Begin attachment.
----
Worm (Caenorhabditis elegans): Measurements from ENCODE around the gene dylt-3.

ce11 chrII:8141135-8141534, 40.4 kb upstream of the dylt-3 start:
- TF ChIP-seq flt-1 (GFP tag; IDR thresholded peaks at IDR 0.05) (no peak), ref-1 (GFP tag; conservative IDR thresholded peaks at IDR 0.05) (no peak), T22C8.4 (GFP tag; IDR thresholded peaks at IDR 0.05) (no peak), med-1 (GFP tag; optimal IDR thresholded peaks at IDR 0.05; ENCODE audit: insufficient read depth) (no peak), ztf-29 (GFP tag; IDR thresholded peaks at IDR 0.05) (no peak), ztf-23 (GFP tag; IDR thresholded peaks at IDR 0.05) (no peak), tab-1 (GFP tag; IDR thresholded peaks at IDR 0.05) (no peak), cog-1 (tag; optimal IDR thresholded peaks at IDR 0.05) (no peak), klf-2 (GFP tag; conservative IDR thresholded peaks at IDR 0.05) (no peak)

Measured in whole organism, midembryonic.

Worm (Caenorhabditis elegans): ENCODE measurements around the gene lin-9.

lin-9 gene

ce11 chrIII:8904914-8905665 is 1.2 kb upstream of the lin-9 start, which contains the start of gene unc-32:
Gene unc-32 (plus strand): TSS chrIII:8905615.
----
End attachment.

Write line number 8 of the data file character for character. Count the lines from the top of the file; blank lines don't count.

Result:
Gene unc-32 (plus strand): TSS chrIII:8905615.